Most people who create their estate plans do so with the thought that siblings or other loved ones will come together and share in the gifts and assets that were left behind. Such optimism is noble, but it does not always work out this way. While siblings and competing loved ones may appear to have love and compassion for one another, things may change quickly after a matriarch or patriarch passes away.
If you wonder if your children are likely to fight with each other over your estate, this post will highlight a few indicators.
Financial disparities – When one child (or a few children) are financially better off, they may become upset when a child who is struggling financially is awarded a significant amount of money. This can be especially difficult among siblings a financially successful sibling is awarded the lion’s share.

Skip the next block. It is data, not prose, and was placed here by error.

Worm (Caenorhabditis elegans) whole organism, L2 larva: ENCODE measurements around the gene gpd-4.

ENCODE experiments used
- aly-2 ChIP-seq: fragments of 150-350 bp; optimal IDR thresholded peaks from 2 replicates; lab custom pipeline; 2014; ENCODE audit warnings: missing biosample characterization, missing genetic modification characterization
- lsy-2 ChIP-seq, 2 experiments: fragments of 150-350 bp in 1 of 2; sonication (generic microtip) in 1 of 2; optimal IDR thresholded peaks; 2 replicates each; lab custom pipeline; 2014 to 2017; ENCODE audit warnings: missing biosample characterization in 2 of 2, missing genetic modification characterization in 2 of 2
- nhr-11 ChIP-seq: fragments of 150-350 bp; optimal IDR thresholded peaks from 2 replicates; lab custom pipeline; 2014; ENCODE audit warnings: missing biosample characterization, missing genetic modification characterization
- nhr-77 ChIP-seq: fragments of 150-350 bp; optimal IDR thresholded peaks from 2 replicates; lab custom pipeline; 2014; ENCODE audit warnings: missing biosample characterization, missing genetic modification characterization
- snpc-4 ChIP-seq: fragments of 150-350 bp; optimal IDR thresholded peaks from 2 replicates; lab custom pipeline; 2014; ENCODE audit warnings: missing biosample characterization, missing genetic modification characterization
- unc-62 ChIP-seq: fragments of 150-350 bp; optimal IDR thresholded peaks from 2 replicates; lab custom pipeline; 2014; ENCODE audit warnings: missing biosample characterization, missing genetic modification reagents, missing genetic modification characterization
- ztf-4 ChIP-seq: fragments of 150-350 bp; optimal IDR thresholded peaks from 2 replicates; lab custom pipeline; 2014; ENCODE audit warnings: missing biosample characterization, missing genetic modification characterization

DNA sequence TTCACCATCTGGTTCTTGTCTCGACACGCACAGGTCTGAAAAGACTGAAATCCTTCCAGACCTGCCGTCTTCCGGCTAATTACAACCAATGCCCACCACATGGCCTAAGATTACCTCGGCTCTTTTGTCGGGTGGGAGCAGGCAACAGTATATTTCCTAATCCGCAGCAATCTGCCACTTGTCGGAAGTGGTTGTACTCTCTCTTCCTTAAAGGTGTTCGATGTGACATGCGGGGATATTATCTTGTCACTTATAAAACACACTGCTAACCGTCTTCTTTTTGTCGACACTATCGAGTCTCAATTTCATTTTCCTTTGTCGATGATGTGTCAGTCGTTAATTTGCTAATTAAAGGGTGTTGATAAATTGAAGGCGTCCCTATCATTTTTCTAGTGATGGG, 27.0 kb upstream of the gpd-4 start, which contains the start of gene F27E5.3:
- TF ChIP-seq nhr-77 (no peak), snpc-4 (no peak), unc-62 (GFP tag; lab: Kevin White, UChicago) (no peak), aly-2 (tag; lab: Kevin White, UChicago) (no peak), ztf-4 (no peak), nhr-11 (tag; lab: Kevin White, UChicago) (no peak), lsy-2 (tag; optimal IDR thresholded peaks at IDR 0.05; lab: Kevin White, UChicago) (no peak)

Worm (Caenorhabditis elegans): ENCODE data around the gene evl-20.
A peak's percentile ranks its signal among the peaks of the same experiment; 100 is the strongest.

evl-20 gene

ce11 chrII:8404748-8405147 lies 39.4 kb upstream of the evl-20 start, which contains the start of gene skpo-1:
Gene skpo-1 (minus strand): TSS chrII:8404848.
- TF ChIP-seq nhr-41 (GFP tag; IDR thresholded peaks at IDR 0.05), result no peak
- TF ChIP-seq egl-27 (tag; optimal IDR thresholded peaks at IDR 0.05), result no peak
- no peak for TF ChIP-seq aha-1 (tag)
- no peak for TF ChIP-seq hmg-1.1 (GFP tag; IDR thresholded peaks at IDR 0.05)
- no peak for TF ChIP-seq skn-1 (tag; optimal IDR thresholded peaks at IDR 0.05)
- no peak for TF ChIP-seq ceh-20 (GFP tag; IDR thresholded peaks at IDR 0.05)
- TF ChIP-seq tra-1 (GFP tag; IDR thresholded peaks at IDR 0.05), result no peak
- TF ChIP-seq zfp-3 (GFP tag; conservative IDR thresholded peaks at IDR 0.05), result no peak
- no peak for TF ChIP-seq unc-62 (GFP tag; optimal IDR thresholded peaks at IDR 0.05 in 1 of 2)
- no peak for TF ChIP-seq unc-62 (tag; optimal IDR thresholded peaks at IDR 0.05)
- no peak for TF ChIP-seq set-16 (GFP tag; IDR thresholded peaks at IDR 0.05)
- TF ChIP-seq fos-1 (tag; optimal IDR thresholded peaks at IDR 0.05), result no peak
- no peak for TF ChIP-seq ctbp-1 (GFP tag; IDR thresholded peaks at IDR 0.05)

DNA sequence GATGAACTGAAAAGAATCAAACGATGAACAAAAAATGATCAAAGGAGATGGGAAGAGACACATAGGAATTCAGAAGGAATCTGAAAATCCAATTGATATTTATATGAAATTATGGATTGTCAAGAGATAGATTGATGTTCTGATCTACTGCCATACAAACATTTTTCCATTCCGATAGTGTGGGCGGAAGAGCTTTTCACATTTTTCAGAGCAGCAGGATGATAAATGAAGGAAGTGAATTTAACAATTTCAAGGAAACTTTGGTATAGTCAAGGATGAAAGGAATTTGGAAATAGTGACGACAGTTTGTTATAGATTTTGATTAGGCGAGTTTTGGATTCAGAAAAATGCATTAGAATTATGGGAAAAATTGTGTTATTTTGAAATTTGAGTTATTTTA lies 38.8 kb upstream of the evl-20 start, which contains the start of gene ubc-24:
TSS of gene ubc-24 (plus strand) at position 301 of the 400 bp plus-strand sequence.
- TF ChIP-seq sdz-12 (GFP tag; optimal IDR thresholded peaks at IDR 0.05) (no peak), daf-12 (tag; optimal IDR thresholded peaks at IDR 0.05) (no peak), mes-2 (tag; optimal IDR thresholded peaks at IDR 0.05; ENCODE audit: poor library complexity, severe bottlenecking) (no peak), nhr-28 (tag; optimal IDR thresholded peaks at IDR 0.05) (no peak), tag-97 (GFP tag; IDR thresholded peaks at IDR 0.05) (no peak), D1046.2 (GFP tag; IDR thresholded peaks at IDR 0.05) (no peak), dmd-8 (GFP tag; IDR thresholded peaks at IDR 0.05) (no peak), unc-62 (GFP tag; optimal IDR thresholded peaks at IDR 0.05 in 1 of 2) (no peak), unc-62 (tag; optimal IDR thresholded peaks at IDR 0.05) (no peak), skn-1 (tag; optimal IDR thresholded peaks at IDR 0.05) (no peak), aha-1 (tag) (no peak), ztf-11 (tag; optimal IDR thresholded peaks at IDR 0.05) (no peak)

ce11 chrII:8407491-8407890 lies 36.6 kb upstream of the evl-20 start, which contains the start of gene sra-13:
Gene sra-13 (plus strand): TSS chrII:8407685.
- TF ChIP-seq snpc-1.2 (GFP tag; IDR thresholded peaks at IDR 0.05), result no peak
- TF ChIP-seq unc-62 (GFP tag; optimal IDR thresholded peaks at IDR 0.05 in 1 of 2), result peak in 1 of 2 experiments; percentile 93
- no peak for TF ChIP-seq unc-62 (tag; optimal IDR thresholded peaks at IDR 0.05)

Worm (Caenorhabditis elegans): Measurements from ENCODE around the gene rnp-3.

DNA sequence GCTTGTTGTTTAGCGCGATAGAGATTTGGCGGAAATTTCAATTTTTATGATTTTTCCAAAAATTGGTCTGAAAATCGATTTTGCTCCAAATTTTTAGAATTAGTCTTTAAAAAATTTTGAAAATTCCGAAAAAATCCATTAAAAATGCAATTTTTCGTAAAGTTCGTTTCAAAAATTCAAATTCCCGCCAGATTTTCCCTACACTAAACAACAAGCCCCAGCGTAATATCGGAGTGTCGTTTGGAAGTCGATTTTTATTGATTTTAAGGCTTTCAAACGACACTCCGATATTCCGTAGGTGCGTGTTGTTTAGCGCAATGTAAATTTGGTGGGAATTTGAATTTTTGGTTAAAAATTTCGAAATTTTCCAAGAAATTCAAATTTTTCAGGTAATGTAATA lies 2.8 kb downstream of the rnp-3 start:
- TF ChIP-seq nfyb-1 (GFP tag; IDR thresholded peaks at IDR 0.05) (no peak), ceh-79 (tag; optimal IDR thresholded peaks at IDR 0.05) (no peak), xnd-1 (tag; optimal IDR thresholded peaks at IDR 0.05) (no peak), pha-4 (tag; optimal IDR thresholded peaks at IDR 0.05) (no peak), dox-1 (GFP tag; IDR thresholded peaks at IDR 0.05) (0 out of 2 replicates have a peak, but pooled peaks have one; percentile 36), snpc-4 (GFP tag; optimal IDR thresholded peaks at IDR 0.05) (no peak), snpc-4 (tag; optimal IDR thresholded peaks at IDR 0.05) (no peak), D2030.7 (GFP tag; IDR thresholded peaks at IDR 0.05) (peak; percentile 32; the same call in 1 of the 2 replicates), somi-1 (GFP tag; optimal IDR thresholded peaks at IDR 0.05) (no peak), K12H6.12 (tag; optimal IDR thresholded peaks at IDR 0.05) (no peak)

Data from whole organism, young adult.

Chemical dependency – A sibling who is battling drugs or alcohol may be viewed as someone who is unfit to have money or property passed to him or her.
Sibling rivalries – In the same vein, a sibling who forewent professional or personal opportunities to take care of an aging parent may feel entitled to more than what they are gifted in a parent’s will. This may be especially hurtful if a sibling who did little or anything is awarded the lion’s share of an estate.
Late marriages – Children will likely scoff at the idea of a parent marrying late in life, especially if the new spouse is considerably younger than the parent.
Despite these potential pitfalls, an experienced estate planning attorney can help craft an estate plan to deal with these potential problems.